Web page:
The Gunslinger: The world has moved on

Stephen King The Dark Tower: The Gunslinger, The Drawing of the Three, The Waste Lands, Wizard and Glass, Wolves of the Calla, Song of Susannah, The Dark Towerbook review Stephen King The GunslingerThe Gunslinger by Stephen King

Stephen King’s The Gunslinger is a post-apocalyptic Western-fantasy hybrid about the gunslinger Roland Deschain and his pursuit of the man in black across a desert.

At first glance, the Western plays the largest role in The Gunslinger. Roland carries two heavy six shooters with sandalwood handles, and he can fire them both with deadly accuracy. He wears a duster, leads a pack mule when we first meet him, and is chasing his quarry across a seemingly endless desert. So it is not surprising that King cites The Good, the Bad and the Ugly as an influence in his introductory essay “On Being Nineteen (and a Few Other Things).”

The Western may be the more prominent inspiration for Roland, but his quest would make any author of epic fantasy jealous. It is not the ecstasy of gold, for example, that drives Roland. Instead, his life’s purpose is to complete an epic quest, which King has explained was inspired by Robert Browning’s poem “Childe Roland to the Dark Tower Came” and Tolkien’s The Lord of the Rings. Roland does not seek the fountain of youth, nor does he seek to destroy the One Ring. Roland only hopes to save the world by reaching the Dark Tower, the nexus of the universe, and killing the “crimson king” that is trying to destroy it. Of course, there is any number of monsters and sorcerers, first among them being the man in black, that stand between it and Roland.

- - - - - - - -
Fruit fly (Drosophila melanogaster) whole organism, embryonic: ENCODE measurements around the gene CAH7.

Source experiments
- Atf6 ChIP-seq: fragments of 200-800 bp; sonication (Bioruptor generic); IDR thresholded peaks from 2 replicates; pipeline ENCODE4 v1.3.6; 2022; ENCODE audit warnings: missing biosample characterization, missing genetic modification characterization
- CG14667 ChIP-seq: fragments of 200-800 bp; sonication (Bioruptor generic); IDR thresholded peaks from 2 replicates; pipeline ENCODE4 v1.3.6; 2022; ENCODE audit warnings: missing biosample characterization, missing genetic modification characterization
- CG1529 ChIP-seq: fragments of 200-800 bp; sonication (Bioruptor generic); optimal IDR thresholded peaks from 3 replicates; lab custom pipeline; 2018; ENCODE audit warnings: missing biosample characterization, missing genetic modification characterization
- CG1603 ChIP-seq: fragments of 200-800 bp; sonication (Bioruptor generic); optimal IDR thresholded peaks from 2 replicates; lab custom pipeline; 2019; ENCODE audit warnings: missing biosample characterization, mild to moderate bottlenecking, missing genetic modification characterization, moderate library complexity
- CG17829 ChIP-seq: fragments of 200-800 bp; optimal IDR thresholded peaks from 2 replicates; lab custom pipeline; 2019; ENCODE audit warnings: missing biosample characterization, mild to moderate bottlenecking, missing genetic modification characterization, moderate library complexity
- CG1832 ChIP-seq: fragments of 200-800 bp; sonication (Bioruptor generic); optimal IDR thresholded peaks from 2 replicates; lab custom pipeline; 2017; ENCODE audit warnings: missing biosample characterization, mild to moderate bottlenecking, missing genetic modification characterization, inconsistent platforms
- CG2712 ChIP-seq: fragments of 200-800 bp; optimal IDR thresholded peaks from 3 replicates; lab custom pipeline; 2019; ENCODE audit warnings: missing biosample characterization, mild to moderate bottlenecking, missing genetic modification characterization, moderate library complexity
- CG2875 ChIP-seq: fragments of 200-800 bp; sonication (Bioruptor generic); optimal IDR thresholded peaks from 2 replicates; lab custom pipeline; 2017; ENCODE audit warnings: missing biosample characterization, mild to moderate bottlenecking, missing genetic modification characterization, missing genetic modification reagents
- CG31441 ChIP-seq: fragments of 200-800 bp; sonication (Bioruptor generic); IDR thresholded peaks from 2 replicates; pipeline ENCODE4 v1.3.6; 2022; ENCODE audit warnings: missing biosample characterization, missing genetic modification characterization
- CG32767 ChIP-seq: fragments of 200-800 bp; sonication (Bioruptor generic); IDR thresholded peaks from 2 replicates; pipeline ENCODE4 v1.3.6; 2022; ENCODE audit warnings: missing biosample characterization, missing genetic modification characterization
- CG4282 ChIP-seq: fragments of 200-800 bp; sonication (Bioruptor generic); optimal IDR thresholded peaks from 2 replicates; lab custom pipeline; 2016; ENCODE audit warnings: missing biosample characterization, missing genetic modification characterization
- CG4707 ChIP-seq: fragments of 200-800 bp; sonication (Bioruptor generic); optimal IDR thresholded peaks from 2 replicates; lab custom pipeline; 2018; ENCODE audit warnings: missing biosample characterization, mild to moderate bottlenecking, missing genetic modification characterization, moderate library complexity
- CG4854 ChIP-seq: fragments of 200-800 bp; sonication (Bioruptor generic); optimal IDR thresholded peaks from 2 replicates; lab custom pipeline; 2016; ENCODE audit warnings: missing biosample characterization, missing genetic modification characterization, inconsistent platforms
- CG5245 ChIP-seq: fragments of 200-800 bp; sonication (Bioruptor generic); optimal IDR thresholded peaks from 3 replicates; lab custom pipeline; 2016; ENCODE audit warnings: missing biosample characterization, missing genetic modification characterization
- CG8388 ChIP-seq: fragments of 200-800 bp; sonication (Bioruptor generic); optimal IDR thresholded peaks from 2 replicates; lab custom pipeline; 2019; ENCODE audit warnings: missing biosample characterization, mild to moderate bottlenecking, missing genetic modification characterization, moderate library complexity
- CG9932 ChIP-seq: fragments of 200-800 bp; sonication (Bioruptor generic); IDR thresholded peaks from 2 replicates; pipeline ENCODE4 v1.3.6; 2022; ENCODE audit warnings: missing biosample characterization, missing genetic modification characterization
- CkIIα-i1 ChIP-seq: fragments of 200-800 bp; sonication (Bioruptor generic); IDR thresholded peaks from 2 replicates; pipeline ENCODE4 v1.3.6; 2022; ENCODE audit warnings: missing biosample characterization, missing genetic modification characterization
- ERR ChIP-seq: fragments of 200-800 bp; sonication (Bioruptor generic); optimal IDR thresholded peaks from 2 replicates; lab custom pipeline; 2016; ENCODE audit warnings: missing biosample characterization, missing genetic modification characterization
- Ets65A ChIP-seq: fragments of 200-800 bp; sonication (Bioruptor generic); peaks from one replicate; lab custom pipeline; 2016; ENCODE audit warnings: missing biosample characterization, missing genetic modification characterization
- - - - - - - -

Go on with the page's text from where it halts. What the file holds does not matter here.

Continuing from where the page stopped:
The Western and fantasy may seem like distinct genres with little room for overlap, but King finds a common romance at the heart of both genres. Roland is the last of his kind, and he is determined to complete his quest and see justice done. His world is bleak, but it is also grand. When Roland asks one desert “dweller,” Brown, whether he believes in an afterlife, Brown replies “I think this is it.” The world has “moved on,” but it and its survivors seem larger than life even when they are merely carrying on.

King has a knack for investing a sense of dread in the commonplace. Here, King twists the romance of Roland’s quest until it becomes a curse upon the gunslinger and everyone around him. Rather than writing about a noble, self-sacrificing savior hobbit, King has created a man who is, perhaps literally, hell-bent on reaching his goal. What is terrifying about Roland is not his guns but rather his single-minded determination to reach the Dark Tower. No matter what challenge is set before him, Roland finds something to sacrifice in order to overcome it. In spite of the many past sacrifices that haunt Roland, the monsters and sorcerers seem to be winning.